According to my Saudi colleague, Iran is the big winner in the whole Syrian fiasco. Iran is reaping the fruits of its success in Iraq, because of the thousands of Americans that Iran killed in Iraq between the years 2003 and 2010, which will deter the United States from becoming involved in Syria. This is how Iran has acquired Iraq - where Iran now has unlimited control - and Syria. The Iranian Revolutionary Guards fight on Asad's side in Syria, despite it being a violation of Security Council resolutions, and no country does a thing.

The ruling family of Saudi Arabia is concerned, very concerned, that the weakness that the West conveys regarding Syria today will also be reflected in the way the West relates to Iran, and that if Iran takes some action against Saudi Arabia and the other Gulf countries in the future, the West will not have the strength and the courage to emerge from its impassivity and support Saudi Arabia on the day of reckoning. The Saudis are tense and concerned, and this is the reason for the quiet from Saudi Arabia during these trying days.

It may be that in the Middle East there are more countries whose leaders are quite concerned about the future of the Middle East and the world in general.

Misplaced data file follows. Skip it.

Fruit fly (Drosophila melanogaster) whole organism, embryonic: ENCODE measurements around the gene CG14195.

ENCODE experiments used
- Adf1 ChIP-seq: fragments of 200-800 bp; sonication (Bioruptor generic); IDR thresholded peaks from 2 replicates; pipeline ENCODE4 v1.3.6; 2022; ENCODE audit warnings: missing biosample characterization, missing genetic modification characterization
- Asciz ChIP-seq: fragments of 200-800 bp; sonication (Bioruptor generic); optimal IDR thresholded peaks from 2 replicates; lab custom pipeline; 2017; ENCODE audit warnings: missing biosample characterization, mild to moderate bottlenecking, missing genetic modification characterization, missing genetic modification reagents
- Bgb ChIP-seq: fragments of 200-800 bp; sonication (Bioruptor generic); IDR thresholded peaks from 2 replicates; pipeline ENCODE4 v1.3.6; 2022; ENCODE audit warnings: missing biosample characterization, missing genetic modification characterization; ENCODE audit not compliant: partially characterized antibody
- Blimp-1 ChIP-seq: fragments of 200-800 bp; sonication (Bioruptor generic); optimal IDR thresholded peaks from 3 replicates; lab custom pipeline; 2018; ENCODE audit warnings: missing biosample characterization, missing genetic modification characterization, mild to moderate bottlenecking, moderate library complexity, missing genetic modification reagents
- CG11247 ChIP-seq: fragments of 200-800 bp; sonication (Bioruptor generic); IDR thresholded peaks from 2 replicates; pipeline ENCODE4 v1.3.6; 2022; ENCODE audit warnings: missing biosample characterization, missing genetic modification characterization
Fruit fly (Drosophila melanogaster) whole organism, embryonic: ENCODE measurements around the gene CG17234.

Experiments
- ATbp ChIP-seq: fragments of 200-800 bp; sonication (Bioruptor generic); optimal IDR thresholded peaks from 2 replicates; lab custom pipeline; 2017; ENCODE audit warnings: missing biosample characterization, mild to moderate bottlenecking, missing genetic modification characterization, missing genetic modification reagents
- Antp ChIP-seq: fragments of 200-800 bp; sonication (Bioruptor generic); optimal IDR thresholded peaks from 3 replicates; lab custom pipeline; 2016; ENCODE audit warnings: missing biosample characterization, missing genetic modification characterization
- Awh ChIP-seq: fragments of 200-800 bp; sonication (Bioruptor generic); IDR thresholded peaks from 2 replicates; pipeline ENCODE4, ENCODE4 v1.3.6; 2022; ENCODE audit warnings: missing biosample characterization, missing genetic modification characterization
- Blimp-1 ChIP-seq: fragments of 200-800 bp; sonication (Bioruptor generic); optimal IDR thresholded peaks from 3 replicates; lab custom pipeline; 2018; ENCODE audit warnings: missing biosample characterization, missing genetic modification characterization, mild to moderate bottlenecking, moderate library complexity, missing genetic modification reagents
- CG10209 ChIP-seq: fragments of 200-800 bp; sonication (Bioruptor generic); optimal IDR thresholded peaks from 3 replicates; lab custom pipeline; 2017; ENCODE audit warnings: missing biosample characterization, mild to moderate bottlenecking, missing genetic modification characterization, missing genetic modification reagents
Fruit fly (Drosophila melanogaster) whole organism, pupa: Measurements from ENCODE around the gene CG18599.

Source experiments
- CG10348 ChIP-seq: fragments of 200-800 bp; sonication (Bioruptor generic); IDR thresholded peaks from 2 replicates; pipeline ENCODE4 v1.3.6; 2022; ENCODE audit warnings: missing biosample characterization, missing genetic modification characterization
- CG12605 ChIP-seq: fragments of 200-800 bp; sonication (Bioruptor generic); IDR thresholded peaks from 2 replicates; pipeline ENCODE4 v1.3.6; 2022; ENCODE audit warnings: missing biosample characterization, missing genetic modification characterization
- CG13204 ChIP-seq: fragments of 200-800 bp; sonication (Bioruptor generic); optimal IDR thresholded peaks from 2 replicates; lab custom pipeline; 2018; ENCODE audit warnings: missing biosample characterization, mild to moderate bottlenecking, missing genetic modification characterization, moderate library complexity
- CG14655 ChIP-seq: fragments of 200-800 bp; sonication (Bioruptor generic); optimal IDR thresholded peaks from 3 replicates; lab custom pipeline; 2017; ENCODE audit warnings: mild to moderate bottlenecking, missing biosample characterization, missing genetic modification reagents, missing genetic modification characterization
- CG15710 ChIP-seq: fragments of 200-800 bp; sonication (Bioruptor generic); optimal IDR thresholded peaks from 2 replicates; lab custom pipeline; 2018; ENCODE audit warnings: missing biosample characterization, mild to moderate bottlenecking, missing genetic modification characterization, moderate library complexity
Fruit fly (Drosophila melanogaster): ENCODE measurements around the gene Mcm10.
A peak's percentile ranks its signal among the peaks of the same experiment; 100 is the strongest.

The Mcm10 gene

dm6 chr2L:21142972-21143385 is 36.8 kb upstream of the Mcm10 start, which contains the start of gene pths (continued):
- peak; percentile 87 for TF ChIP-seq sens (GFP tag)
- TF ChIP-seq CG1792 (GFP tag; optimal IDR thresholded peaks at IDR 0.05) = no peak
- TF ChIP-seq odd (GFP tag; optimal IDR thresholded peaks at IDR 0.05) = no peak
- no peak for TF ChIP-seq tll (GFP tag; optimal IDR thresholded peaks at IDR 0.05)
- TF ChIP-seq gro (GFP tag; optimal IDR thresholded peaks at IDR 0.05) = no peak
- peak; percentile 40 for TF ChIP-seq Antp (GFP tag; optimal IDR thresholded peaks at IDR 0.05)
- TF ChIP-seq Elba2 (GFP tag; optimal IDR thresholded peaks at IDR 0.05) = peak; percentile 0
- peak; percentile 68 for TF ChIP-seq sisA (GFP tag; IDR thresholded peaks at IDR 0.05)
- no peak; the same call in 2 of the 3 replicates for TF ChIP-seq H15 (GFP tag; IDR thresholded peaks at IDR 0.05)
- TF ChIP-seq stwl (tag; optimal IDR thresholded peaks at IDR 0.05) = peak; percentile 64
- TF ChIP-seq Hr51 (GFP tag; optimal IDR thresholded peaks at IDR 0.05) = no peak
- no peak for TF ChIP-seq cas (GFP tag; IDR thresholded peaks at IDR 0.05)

Dr. Kedar is available for lectures

Dr. Mordechai Kedar
( is an Israeli scholar of Arabic and Islam, a lecturer at Bar-Ilan University and the director of the Center for the Study of the Middle East and Islam (under formation), Bar Ilan University, Israel. He specializes in Islamic ideology and movements, the political discourse of Arab countries, the Arabic mass media, and the Syrian domestic arena.

Translated from Hebrew by Sally Zahav with permission from the author.

Additional articles by Dr. Kedar

Source: The article is published in the framework of the Center for the Study of the Middle East and Islam (under formation), Bar Ilan University, Israel. Also published in Makor Rishon, a Hebrew weekly newspaper.

Copyright - Original materials copyright (c) by the author.

"Tired of War"

by Douglas Murray

What better time is there to develop an even more voracious appetite than the very moment when the only people likely to stand up to you are too busily engaged in self-pity to notice your whirring centrifuges?

What does it mean for a nation to be "tired of war"? Those were the words that U.S. Secretary of State John Kerry used the in a major statement on Syria a fortnight ago and they were reiterated this week by President Barack Obama.